She was a journalist. Natalie started on local newspapers in Australia, and then worked for British newspapers including The Guardian and The Times.
Nicola Sturgeon
leader of the
Scottish National Party (SNP)
and the first female First Minister of Scotland. She's 44 and lives in Scotland
She was a lawyer before focusing on politics full-time
career highlight - t
he recent Scottish independence referendum
Lowlight - Scotland choosing to stay in the United Kingdom after

voters said no to independence
She became a member of the SNP at just 16!
Leanne Wood.
She is 43 and born in Wales.
leader of
Plaid Cymru,
who want Wales to become an independent country
Leanne worked as a probation officer, a support worker and a tutor at Cardiff University before she was elected as a politician
Who gets to vote?
Almost all men and women over are
18 years and over.
However they have to make sure their name is on the
Electoral Register
for their local area
And HOW do we vote?
The council each person a card just before an election. This is called a polling card. On election day, you go to the polling station (often a school, local hall or public building)

Brief history...
Our voting system is based on us being a
. Although In the mid-nineteenth century Britain was not a democracy and the majority of politicians did not support democratic values
Voting was not seen as a universal right but as a
privilege for the wealthiest class of society.
Before 1832 the right to vote depended on three things:

men over the age of 21

were allowed to vote.
In order to vote, an individual had to own property over a certain value.
Small rural boroughs were able to elect more MPs than much larger towns and counties.
Ordinary people, especially the poor and the working classes, had no voice in Parliament.

The French Revolution of 1789
inspired many groups within Britain to demand more freedom of choice in their country. The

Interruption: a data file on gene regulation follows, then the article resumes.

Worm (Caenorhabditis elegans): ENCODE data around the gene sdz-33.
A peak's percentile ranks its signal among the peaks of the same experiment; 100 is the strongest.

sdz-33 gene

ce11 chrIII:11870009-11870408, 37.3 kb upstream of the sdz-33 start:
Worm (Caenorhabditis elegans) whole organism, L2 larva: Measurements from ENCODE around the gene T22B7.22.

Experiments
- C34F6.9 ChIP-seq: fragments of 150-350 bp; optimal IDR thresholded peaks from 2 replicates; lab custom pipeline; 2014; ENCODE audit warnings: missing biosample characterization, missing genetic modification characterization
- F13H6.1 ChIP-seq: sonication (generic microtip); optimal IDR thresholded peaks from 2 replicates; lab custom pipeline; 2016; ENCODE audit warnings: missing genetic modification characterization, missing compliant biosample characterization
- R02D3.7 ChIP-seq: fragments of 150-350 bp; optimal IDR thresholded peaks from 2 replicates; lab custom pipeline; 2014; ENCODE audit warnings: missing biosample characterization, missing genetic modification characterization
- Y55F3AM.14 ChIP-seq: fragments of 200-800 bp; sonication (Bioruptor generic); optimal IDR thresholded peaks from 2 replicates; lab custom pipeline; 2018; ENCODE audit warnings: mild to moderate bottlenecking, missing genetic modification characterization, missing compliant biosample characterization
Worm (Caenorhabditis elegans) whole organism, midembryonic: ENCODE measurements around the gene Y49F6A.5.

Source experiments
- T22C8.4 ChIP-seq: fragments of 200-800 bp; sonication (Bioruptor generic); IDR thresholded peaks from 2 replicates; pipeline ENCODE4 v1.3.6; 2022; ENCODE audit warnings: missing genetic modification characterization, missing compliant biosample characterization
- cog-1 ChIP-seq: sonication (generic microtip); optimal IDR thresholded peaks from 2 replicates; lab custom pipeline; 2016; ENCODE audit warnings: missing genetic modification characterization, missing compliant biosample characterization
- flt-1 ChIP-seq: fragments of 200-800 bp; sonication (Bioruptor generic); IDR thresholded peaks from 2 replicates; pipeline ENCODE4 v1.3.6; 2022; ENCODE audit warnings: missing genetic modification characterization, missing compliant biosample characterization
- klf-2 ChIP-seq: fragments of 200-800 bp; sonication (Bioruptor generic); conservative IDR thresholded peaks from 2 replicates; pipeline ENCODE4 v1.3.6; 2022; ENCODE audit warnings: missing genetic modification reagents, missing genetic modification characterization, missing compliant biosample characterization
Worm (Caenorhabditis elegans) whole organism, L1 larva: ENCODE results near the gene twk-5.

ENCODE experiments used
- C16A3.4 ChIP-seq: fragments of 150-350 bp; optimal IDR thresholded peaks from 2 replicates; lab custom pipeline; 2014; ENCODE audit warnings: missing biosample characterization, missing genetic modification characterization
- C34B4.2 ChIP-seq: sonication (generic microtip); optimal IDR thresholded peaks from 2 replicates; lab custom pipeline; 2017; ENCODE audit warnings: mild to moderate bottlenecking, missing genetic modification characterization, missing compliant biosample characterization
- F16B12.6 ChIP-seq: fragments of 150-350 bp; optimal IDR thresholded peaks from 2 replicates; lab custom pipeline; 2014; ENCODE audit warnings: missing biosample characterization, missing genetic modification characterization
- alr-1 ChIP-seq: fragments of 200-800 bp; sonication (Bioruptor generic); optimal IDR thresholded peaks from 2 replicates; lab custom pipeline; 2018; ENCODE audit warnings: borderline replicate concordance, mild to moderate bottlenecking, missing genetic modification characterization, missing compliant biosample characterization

ruling classes in Britain feared that a similar revolution could happen within Britain.
Lots of reforms since the 1830s which have lead to changes as to who is allowed to vote and how often.

Finally in
1928 women
were finally given the same rights as men to vote.

Since 1969, both males and females who have reached the age of 18 years have the right to vote and there is even some
debate today about whether this age should be lowered to 16 years
Many countries
do not have have the same level of democracy
or even human rights as the UK, and the political systems in some countries can be very complex and often unstable.

In some countries the people who live there have
NO say
who runs the country and as a result of this, some countries experience organizations who wish to seize control through violence and war which can last decades.
Can you work out
What's assembly about?
Your challenge this week!
Speak to your parents about which party they will vote for and why

Look at each parties policies and see which you agree with and those you don't

Consider which party you would vote for if you could and discuss why with your friends
Full transcript